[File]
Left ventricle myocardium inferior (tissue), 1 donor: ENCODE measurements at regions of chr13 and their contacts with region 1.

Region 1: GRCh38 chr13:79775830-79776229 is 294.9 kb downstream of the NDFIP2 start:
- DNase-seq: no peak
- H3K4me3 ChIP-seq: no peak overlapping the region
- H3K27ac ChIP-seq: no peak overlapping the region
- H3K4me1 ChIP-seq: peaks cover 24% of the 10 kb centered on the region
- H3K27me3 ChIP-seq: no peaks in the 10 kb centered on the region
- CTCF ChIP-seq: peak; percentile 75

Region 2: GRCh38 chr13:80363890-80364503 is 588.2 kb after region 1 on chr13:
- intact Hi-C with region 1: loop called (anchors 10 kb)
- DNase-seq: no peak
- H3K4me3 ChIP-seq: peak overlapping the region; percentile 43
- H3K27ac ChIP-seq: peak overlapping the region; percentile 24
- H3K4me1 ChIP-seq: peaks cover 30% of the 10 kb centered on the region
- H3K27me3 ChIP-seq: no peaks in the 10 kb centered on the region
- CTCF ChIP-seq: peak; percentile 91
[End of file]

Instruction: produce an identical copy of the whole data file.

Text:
Left ventricle myocardium inferior (tissue), 1 donor: ENCODE measurements at regions of chr13 and their contacts with region 1.

Region 1: GRCh38 chr13:79775830-79776229 is 294.9 kb downstream of the NDFIP2 start:
- DNase-seq: no peak
- H3K4me3 ChIP-seq: no peak overlapping the region
- H3K27ac ChIP-seq: no peak overlapping the region
- H3K4me1 ChIP-seq: peaks cover 24% of the 10 kb centered on the region
- H3K27me3 ChIP-seq: no peaks in the 10 kb centered on the region
- CTCF ChIP-seq: peak; percentile 75

Region 2: GRCh38 chr13:80363890-80364503 is 588.2 kb after region 1 on chr13:
- intact Hi-C with region 1: loop called (anchors 10 kb)
- DNase-seq: no peak
- H3K4me3 ChIP-seq: peak overlapping the region; percentile 43
- H3K27ac ChIP-seq: peak overlapping the region; percentile 24
- H3K4me1 ChIP-seq: peaks cover 30% of the 10 kb centered on the region
- H3K27me3 ChIP-seq: no peaks in the 10 kb centered on the region
- CTCF ChIP-seq: peak; percentile 91